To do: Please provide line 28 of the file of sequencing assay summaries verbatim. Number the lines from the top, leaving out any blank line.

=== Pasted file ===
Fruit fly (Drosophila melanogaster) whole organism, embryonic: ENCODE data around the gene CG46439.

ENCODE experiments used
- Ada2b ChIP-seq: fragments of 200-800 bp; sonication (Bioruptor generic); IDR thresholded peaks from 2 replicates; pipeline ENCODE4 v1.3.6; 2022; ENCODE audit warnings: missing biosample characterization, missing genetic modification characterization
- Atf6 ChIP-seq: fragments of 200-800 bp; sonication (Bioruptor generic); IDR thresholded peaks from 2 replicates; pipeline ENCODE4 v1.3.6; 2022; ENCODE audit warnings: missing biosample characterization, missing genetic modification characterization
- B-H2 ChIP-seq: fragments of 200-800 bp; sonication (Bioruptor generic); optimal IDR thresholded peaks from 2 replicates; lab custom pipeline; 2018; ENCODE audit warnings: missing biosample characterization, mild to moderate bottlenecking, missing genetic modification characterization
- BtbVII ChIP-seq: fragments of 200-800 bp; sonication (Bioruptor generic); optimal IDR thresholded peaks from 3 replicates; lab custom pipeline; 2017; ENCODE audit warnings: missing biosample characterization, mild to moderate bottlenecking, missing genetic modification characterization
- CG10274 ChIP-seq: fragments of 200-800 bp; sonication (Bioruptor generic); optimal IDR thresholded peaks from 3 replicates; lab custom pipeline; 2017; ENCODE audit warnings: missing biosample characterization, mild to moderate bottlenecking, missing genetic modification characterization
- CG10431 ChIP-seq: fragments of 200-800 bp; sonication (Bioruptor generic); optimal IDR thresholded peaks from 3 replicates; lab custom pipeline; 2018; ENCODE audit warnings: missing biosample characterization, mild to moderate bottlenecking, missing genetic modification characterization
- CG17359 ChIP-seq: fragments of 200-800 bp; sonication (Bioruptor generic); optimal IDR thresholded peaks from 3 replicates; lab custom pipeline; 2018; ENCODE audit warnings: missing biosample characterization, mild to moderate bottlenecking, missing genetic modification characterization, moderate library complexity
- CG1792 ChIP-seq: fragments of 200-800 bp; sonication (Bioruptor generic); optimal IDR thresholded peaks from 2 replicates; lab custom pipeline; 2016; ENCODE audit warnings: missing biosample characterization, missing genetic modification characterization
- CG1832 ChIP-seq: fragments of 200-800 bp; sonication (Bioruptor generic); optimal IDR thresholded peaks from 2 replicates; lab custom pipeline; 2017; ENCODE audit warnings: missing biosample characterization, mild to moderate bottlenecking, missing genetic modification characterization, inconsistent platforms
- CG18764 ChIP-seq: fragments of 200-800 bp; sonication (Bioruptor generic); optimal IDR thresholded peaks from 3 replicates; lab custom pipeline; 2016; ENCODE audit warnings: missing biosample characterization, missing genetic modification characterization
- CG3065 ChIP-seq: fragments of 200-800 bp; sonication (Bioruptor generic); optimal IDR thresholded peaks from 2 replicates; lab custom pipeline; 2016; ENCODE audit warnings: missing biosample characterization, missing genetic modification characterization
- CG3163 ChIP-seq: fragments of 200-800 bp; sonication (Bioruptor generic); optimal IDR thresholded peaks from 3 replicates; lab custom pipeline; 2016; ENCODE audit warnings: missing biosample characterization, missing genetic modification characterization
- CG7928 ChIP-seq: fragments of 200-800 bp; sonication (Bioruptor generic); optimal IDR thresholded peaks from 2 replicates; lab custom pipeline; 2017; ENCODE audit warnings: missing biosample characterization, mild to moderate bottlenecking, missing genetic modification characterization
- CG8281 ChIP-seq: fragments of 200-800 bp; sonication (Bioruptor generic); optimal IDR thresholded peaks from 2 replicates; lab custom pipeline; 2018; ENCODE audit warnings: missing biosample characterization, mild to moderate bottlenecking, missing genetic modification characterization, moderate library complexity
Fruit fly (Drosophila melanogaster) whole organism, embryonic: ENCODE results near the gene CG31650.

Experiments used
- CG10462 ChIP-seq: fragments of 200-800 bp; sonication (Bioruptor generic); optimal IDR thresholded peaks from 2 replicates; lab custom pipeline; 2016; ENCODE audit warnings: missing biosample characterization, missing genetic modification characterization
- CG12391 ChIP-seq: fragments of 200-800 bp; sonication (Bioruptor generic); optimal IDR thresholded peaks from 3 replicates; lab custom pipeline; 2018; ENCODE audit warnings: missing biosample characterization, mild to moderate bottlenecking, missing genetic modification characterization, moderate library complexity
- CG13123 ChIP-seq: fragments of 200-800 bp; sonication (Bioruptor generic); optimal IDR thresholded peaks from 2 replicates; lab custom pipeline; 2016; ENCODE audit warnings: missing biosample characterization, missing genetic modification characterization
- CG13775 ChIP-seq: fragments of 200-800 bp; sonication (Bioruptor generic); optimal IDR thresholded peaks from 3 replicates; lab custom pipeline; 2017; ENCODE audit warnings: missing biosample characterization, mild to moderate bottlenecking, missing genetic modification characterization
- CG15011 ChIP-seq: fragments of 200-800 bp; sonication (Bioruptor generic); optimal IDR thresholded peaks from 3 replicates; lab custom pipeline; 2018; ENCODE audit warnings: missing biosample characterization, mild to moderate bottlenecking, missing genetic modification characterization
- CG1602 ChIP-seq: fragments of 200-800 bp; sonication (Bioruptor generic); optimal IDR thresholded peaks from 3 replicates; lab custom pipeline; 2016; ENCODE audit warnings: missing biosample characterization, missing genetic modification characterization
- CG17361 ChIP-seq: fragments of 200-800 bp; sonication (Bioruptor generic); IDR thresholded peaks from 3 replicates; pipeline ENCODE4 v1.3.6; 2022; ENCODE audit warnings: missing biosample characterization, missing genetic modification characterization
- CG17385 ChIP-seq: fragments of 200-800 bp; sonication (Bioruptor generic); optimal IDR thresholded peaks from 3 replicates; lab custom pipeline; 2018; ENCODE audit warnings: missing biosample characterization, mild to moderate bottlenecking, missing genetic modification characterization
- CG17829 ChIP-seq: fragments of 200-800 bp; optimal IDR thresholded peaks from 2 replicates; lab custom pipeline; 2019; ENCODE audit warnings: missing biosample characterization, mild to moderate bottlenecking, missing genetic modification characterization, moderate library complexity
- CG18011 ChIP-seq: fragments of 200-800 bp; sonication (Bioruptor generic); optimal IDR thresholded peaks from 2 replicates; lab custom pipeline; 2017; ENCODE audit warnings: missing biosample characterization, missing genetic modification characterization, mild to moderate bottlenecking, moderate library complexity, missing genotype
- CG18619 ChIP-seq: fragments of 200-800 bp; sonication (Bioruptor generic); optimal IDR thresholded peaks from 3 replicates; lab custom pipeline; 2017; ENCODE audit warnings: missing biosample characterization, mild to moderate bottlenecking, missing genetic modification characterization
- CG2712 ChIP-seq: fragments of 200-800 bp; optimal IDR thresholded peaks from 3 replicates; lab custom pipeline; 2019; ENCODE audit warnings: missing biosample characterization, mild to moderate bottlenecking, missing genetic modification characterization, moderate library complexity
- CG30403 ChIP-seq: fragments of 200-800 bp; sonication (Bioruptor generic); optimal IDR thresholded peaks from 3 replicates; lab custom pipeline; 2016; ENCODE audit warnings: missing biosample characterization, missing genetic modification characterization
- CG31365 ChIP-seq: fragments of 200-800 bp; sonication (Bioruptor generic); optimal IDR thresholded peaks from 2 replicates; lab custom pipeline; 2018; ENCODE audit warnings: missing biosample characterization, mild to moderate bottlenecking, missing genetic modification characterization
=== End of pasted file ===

- CG18011 ChIP-seq: fragments of 200-800 bp; sonication (Bioruptor generic); optimal IDR thresholded peaks from 2 replicates; lab custom pipeline; 2017; ENCODE audit warnings: missing biosample characterization, missing genetic modification characterization, mild to moderate bottlenecking, moderate library complexity, missing genotype